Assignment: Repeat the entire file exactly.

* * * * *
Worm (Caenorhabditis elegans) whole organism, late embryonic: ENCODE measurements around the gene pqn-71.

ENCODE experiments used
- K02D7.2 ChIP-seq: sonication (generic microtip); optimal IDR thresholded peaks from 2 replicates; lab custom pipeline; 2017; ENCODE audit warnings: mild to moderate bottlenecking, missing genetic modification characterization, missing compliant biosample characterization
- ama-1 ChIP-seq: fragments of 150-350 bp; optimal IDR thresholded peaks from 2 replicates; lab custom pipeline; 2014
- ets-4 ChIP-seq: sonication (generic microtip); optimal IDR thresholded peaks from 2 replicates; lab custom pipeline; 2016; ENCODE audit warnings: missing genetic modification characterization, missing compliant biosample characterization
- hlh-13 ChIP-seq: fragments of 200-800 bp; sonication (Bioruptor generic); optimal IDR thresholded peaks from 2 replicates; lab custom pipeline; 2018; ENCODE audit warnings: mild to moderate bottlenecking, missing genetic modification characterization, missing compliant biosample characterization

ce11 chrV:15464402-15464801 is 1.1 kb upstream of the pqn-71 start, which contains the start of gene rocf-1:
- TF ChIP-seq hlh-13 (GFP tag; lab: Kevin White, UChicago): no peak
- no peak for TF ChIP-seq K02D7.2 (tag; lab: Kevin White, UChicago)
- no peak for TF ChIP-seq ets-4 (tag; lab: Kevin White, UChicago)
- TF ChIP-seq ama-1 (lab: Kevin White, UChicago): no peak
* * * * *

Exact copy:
Worm (Caenorhabditis elegans) whole organism, late embryonic: ENCODE measurements around the gene pqn-71.

ENCODE experiments used
- K02D7.2 ChIP-seq: sonication (generic microtip); optimal IDR thresholded peaks from 2 replicates; lab custom pipeline; 2017; ENCODE audit warnings: mild to moderate bottlenecking, missing genetic modification characterization, missing compliant biosample characterization
- ama-1 ChIP-seq: fragments of 150-350 bp; optimal IDR thresholded peaks from 2 replicates; lab custom pipeline; 2014
- ets-4 ChIP-seq: sonication (generic microtip); optimal IDR thresholded peaks from 2 replicates; lab custom pipeline; 2016; ENCODE audit warnings: missing genetic modification characterization, missing compliant biosample characterization
- hlh-13 ChIP-seq: fragments of 200-800 bp; sonication (Bioruptor generic); optimal IDR thresholded peaks from 2 replicates; lab custom pipeline; 2018; ENCODE audit warnings: mild to moderate bottlenecking, missing genetic modification characterization, missing compliant biosample characterization

ce11 chrV:15464402-15464801 is 1.1 kb upstream of the pqn-71 start, which contains the start of gene rocf-1:
- TF ChIP-seq hlh-13 (GFP tag; lab: Kevin White, UChicago): no peak
- no peak for TF ChIP-seq K02D7.2 (tag; lab: Kevin White, UChicago)
- no peak for TF ChIP-seq ets-4 (tag; lab: Kevin White, UChicago)
- TF ChIP-seq ama-1 (lab: Kevin White, UChicago): no peak